Supernatural beliefs have been vital to Scottish cultural development. In the early modern period, the Kirk played an all-important role in parish life, schooling the Scots on how to interpret the invisible world. Theologians and philosophers mused about the nature of God’s providence and the wiles of the Devil. Folk tradition peopled the landscape with fairies and nature spirits. The witch trials displayed the very real consequences of belief systems that would later be reframed as fantastical. This book analyses the Scottish supernatural between about 1500 and 1800. Drawing together an international range of scholars with expertise in history, ethnology and literary studies, it explores the diverse ways in which Scots understood and experienced magical beings and extraordinary events. There are chapters on trance experiences, spirit-guides, angels, preaching on the supernatural, political prophecies, providence, astrology, Second Sight and the Enlightenment’s encounter with the paganism of classical antiquity. The book’s historical material is framed by two literary chapters: one on the ‘elrich’ supernatural in the poetry of the early sixteenth century, and one on the political supernatural in the poetry of the eighteenth century. Overall, the book examines the cultural function of supernatural beliefs, and assesses how these beliefs evolved amid the upheaval of the Reformation, political and religious revolution, the emergence of the Enlightenment and the beginnings of romanticism.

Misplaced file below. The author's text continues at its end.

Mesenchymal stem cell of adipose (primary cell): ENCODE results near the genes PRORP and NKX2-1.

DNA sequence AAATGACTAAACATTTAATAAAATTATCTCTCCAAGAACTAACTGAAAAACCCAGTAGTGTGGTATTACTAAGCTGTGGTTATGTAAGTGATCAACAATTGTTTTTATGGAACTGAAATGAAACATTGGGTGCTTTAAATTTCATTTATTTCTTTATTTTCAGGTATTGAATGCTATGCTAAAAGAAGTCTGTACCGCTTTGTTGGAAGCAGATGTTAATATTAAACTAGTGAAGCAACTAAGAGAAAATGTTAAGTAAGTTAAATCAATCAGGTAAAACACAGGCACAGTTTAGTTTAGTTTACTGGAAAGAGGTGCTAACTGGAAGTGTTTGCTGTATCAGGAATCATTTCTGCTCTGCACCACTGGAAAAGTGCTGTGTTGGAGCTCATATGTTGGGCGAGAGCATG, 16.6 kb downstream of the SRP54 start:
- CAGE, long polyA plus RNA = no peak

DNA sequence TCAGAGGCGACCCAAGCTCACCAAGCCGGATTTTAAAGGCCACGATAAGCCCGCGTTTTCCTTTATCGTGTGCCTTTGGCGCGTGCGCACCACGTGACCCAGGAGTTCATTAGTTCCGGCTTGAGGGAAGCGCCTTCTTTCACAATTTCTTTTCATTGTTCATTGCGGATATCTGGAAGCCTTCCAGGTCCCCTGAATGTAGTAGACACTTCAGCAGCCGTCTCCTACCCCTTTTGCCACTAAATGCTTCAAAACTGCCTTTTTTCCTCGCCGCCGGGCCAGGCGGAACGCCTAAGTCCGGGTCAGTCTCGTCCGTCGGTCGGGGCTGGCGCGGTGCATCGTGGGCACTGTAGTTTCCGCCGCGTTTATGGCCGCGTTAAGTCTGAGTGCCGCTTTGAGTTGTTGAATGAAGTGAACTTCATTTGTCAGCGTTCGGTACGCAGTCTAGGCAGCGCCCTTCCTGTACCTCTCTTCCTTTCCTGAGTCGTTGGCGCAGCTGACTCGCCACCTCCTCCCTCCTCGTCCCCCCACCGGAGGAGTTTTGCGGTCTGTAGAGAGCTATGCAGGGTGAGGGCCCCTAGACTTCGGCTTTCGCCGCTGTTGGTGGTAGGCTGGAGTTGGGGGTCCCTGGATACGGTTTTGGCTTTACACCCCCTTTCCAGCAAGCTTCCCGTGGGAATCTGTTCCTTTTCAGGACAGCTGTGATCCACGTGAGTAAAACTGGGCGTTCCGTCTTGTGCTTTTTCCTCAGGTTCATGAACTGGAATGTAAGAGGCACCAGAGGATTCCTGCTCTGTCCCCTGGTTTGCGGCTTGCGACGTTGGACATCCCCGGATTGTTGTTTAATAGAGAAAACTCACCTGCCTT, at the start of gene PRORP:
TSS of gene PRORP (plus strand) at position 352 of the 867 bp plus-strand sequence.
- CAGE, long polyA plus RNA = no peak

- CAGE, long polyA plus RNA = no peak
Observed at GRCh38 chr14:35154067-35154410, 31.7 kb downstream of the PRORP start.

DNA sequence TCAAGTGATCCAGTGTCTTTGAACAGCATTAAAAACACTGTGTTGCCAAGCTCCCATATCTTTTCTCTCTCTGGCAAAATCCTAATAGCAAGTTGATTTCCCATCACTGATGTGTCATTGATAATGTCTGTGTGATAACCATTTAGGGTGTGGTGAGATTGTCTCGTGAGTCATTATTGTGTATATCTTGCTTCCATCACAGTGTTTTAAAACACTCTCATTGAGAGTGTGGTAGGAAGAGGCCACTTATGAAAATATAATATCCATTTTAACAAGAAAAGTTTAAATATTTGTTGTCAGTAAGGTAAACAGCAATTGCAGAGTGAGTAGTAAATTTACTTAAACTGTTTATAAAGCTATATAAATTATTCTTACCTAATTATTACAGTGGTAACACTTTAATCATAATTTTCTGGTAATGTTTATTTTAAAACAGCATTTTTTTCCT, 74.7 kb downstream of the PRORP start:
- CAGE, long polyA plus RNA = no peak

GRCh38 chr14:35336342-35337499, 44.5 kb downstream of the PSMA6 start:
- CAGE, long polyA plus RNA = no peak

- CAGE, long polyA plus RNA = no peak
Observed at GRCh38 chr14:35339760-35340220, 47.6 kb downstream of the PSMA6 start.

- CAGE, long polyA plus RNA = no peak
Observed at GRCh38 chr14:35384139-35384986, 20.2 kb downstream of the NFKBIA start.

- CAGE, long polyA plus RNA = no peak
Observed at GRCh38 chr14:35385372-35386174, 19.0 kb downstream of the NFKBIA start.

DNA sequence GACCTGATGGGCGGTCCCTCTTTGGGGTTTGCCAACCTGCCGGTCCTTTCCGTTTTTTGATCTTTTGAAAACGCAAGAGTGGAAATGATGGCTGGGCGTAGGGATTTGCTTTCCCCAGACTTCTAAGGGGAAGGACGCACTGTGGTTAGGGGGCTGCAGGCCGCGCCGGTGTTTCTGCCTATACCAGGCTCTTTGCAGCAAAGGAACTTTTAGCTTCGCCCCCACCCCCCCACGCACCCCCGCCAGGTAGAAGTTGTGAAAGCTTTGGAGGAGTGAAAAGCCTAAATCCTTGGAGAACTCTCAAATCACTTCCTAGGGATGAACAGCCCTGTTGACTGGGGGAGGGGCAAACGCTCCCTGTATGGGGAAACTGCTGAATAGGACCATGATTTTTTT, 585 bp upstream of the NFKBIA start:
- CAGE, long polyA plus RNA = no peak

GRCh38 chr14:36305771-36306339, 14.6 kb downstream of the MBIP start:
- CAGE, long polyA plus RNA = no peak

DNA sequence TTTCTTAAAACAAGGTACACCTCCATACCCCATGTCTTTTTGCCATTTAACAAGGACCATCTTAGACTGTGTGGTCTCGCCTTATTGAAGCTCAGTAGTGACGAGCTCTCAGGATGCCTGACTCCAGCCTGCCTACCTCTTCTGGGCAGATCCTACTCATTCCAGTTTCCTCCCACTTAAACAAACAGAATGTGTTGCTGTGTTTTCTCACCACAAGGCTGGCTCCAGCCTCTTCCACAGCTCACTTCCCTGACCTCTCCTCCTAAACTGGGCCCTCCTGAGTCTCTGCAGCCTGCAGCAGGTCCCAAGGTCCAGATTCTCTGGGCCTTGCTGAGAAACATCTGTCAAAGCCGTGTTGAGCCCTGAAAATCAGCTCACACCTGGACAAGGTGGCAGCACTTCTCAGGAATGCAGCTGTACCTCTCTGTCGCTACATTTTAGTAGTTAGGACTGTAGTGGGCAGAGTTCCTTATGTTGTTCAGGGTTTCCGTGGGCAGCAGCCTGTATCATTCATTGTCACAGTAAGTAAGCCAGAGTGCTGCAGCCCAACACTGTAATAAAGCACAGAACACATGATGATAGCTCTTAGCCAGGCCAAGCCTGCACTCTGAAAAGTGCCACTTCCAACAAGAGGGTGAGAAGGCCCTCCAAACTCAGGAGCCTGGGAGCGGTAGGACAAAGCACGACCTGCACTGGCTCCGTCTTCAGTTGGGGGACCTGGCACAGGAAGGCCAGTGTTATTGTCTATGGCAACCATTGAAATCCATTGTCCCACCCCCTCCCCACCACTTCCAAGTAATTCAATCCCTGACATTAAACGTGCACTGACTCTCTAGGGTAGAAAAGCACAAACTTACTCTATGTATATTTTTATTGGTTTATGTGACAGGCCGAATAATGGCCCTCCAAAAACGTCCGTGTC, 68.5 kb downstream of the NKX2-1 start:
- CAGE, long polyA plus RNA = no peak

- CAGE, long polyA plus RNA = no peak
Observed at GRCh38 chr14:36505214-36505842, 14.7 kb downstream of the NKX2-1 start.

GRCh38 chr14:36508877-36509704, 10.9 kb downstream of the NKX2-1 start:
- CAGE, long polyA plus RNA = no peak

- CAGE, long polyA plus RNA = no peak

, and remains recognisable today. Angels in the Christian tradition are embodiments of goodness, just as demons are symbols of evil. However, for most of the earlymodern period, this goodness came in guises quite unlike these gentle, yielding angelic figures. Earlymodern angels were noble, but they were not necessarily nice.
Laura Sangha provides a thorough survey of ways of thinking about angels in earlymodern England. In a discussion of the ‘people’s angel’, she suggests that the most common way of understanding angels between 1550 and 1700 was as guardians of
environment in colourful detail. There was no expectation that its fairies should be taken seriously. But the poem may have echoed genuine folkloric stories, and this may have been one reason for its success. There was nothing innately incredible in a world of magical possibilities.
For earlymodern Scots, supernatural forces were real and present. People disagreed about how these forces might manifest themselves, but throughout the period from 1500 to 1800 there were men and women who might perceive the supernatural in a whirlwind, or a dream, or the shimmer of a
For earlymodern Scots, the doctrine of providence – the claim that God actively governed his Creation – expressed basic truths about the universe. God was both creator and maintainer, legislator and executive. He defined the goal or end of human existence, while intervening in the daily lives of his creatures. He oversaw the affairs of princes and armies, and was also responsible for the most mundane of occurrences. As Scottish preachers reminded their congregations, Matthew’s gospel taught that even the most insignificant sparrow ‘shall not fall on the ground
What would it feel like to be visited frequently by a companion from another world? Or even to be taken away to visit another world? In earlymodern Scotland, there is a good deal of evidence for visionaries who experienced relationships with spirits. These visionaries were ordinary people who had extraordinary experiences, and who often gained special powers as a result. Most of the visionaries, though not all, were women. Most of the spirits were fairies or ghosts. The ghosts were usually experienced as male, while the fairy queen was important to several